Since the system is getting larger, and the number of credit unions is going down, the remaining credit unions are larger. They’re engaging in more complex transactions and, as they seek to improve member services, they’re pushing the envelope on a number of fronts, in areas like secondary capital, business lending, rising levels of indirect lending, and loosening terms — like lengthening auto loans — on a variety of loan products.
While these trends are giving members access to more and improved services and products, they’re also raising the risks to the Share Insurance Fund. The failure of a large credit union is very different from the failure of even several small credit unions.
Let me put it this way. There is no doubt that larger credit unions engage in more complex activities and are subject to a wider array of economic forces than smaller credit unions. Even further, small and large credit unions alike are faced with an ever-more complex financial world that includes cyber risks, cryptocurrencies, and challenges from non-bank lenders — just to name a few — to which they have to respond and react.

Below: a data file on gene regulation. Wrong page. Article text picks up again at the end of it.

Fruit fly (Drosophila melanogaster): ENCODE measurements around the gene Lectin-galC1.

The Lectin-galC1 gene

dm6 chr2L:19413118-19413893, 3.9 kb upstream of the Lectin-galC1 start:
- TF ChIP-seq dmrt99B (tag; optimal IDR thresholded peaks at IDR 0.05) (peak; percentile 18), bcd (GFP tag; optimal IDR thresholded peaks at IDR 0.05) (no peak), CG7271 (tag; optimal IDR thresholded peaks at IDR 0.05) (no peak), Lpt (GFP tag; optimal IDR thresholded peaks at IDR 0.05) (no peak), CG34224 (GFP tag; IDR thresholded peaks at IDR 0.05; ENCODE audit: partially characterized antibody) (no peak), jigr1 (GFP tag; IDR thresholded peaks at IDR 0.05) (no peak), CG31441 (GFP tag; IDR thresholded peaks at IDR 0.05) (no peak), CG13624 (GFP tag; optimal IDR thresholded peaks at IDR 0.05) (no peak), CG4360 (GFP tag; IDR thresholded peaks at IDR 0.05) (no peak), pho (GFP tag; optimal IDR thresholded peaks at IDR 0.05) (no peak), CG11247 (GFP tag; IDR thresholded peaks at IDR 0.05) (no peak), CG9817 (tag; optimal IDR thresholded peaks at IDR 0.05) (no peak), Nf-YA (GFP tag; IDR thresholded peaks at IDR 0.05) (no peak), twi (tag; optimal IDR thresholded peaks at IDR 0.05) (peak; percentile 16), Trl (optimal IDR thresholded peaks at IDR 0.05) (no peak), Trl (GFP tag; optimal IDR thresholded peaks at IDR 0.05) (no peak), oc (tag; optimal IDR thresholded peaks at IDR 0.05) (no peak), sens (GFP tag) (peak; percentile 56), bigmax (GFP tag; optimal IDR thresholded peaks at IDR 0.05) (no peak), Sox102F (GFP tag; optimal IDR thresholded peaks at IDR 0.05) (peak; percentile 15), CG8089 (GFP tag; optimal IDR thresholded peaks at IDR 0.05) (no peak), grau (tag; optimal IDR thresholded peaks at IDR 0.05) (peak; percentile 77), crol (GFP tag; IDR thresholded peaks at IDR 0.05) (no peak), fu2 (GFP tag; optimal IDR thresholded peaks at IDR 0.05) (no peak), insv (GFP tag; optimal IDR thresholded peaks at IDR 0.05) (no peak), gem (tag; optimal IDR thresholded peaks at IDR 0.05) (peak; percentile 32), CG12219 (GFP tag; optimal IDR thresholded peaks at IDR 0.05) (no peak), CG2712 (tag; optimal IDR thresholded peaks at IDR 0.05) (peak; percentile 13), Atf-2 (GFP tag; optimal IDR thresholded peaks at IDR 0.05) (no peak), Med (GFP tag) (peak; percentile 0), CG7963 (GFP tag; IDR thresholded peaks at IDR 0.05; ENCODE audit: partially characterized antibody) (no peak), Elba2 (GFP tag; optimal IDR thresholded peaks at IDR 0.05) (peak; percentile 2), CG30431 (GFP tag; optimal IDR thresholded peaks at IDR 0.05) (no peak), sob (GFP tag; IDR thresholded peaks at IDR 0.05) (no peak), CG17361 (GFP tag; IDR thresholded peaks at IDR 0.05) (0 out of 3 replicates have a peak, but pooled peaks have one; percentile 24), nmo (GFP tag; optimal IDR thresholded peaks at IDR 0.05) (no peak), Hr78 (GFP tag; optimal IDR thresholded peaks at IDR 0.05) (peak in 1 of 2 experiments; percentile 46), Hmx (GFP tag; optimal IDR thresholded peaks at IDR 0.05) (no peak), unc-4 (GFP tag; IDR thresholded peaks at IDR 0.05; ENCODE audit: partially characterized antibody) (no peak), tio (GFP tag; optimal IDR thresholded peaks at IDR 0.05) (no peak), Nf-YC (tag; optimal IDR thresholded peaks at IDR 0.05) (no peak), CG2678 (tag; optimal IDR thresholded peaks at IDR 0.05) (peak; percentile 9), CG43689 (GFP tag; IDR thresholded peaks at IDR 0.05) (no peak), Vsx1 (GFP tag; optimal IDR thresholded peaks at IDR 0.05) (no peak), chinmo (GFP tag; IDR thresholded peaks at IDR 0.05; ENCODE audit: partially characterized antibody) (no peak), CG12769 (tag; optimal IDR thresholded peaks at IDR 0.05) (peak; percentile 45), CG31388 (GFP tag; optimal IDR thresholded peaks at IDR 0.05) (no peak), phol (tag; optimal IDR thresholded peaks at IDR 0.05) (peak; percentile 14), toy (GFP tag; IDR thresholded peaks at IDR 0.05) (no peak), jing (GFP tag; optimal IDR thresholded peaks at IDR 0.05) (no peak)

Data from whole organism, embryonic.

For NCUA that means examinations and reports that require more data and processing systems to develop an accurate picture of a credit union’s financial health. And it means more highly trained specialists to interpret that picture. In sum, these forces require NCUA to acquire and deploy resources to maintain safety and soundness.
So, the bottom line here is that NCUA — with its regulations, internal systems, capital equipment and personnel — needs to keep pace with changes in the credit union system to maintain the safety and soundness of the whole system. And that costs money. How we’re proposing to use that money is what we’re laying out in the budget documents today.
To be most helpful to this process, I think it’s important, when you think about the budget, to look a little deeper, and not stop at canned talking-point lines. You know, I’ve been proud of the way Board Member Metsger and I have been able to work together, starting with him as a Chairman and moving to today. I think we’ve been able to do that because we dropped the talking point approach and tried to go a little deeper.
The credit union system is full of smart, capable people. I know because I see them every day I meet with a league or talk to credit union management. If we can get past the talking-point arguments, these folks might have some really good ideas about how NCUA could improve its efficiency and effectiveness while maintaining safety and soundness. We’re here today to hear from some of them and I’m looking forward to their thoughts and ideas.
Before we hear from them, let me turn this over to Board Member Rick Metsger for his thoughts and then to Rendell Jones, our Chief Financial Officer for his review of the budget.